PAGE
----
How Much Does It Cost to DIY a French Drain?

Doing it yourself means you won't have to pay labor costs, but you'll still pay for materials like pipe and gravel -- and likely work up a sweat. You could pay $100 to $200 for permits if your project requires them. If the installation doesn’t interrupt the water flow to or from your existing runoff, you likely won’t need a permit. To be safe, check with your local permitting office before breaking ground.

You'll also need the right equipment for the project. Expect to pay $100 to $200 per day for trenching equipment. For an indoor drain, you may need additional tools to excavate a floor.

Amateur mistakes like placing the perforated pipe incorrectly may cost you later, especially if you need to hire a professional to dig up and rebuild the drain. Plus, a professional will typically guarantee the quality of their materials and the French drain itself, if the waterlogging continues. You’ll be glad you’ve got their number stored so you don’t have to go trudging through the mud.

Tips to Keep French Drain Installation Costs Low

Graphic highlighting money saving tips for French drains including to price it out, finish it yourself, keep it simple, and Pick DIY or pro.
Image: HouseLogic

If you’re budget conscious, these tips will help you keep your installation costs low and quality high:

  • Get quotes from different contractors or vendors and check out customer reviews before you commit. A low price may be enticing but the extra research at the front end could save you from poor quality service later.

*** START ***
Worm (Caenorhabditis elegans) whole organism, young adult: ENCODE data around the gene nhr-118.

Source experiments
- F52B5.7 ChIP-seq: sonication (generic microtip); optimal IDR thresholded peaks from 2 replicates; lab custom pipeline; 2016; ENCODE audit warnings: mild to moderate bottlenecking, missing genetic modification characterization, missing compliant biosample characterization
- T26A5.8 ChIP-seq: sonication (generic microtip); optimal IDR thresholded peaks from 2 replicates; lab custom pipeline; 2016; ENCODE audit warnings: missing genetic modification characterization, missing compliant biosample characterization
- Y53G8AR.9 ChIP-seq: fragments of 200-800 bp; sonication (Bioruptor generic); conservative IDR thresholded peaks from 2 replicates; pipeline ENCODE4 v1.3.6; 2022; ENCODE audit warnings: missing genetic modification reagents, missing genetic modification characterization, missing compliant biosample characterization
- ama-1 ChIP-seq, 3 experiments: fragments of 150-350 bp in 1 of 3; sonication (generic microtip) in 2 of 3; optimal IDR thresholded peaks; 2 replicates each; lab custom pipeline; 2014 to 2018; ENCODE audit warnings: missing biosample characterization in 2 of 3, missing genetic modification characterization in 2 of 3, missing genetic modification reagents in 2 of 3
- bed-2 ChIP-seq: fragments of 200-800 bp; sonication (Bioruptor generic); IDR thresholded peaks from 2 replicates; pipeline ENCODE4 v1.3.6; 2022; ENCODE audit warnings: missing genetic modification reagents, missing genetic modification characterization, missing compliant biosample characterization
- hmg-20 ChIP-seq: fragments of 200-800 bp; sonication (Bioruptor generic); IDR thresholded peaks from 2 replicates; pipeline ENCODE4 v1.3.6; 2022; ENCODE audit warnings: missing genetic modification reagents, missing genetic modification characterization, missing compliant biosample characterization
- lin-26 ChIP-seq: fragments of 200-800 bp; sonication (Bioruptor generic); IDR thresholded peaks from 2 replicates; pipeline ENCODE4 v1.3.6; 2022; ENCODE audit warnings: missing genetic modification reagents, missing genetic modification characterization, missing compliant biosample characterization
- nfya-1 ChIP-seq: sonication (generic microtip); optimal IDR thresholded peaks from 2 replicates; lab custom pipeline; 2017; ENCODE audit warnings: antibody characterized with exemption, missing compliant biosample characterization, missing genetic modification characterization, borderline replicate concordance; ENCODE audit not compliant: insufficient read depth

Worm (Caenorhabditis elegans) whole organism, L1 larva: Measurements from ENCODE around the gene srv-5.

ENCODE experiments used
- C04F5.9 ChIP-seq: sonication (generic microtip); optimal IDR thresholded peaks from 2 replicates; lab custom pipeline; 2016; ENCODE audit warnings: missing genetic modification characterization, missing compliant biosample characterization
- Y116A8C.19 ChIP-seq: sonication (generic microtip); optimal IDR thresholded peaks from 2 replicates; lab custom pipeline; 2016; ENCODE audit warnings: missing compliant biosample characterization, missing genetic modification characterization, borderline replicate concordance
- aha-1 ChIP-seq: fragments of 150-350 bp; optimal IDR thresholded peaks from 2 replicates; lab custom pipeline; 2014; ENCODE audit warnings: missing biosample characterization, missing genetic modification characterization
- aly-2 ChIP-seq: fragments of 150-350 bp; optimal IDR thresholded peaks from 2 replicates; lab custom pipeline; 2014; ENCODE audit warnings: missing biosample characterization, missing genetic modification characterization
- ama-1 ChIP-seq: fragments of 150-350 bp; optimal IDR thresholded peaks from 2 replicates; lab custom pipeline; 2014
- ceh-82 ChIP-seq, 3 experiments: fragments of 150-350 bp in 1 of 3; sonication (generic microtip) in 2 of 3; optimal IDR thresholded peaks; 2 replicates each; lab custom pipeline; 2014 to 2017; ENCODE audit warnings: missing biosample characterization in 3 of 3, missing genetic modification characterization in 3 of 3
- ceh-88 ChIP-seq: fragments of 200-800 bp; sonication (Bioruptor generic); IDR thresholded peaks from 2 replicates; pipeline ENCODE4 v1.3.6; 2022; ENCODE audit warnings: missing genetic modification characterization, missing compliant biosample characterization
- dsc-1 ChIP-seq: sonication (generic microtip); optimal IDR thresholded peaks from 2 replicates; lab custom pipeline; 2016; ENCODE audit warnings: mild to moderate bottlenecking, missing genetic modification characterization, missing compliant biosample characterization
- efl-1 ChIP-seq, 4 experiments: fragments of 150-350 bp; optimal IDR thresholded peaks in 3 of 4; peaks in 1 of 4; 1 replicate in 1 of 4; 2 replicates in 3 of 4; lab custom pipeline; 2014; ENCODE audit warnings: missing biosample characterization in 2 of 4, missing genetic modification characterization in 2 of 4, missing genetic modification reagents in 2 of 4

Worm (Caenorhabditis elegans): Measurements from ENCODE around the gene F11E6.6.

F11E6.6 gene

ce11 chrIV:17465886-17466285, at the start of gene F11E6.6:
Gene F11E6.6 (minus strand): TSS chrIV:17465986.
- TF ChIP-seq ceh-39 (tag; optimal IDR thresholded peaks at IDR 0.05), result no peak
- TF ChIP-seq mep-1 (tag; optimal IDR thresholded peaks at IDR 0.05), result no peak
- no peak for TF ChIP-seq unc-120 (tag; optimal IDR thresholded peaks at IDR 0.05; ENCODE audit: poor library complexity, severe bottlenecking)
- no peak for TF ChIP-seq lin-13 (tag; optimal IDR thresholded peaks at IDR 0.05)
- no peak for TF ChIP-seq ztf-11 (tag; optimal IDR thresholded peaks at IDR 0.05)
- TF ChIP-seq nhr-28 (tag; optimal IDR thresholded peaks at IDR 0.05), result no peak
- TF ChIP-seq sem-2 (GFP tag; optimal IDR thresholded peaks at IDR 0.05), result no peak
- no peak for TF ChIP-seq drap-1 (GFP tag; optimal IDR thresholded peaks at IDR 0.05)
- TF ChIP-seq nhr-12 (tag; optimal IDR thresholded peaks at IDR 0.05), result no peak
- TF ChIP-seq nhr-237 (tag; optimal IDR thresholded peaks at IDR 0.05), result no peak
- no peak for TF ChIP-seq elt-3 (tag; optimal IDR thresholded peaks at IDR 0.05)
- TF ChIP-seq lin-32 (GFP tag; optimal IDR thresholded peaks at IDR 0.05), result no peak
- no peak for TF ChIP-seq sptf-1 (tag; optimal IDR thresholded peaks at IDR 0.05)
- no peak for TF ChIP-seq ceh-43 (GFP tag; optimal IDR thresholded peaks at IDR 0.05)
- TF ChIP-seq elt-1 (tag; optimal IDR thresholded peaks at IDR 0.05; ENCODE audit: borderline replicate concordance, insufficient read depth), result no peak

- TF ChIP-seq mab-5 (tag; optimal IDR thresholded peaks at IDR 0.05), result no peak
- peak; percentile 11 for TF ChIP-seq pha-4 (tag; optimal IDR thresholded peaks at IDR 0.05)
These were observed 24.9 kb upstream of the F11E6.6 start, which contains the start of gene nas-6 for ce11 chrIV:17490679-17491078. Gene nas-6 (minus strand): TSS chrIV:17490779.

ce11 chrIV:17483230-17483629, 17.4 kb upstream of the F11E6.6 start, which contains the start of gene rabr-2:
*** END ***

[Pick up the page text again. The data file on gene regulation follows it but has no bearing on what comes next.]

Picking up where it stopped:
• Consider doing the post-project landscape repair yourself. If you’re up for a little digging and planting, straightforward tasks like building a flower bed or lawn seeding are easy for most people. You can even do lawn care projects with your kids.
  • Keep add-ons minimal. Don't get carried away with unnecessary features, since the costs can add up quickly.
  • DIY enthusiasts should be realistic about their abilities. A French drain is much easier to install for a soggy lawn than for a flooded basement. Make sure you have the experience and expertise to complete a French drain install before digging yourself into a hole. Plenty of beginner friendly DIY projects are available that won’t lead to flooding if they go wrong.

A French drain is a versatile solution to manage waterlogging and flooding in and around your home. With cost information in mind, you can make a choice that works for your lawn and your wallet.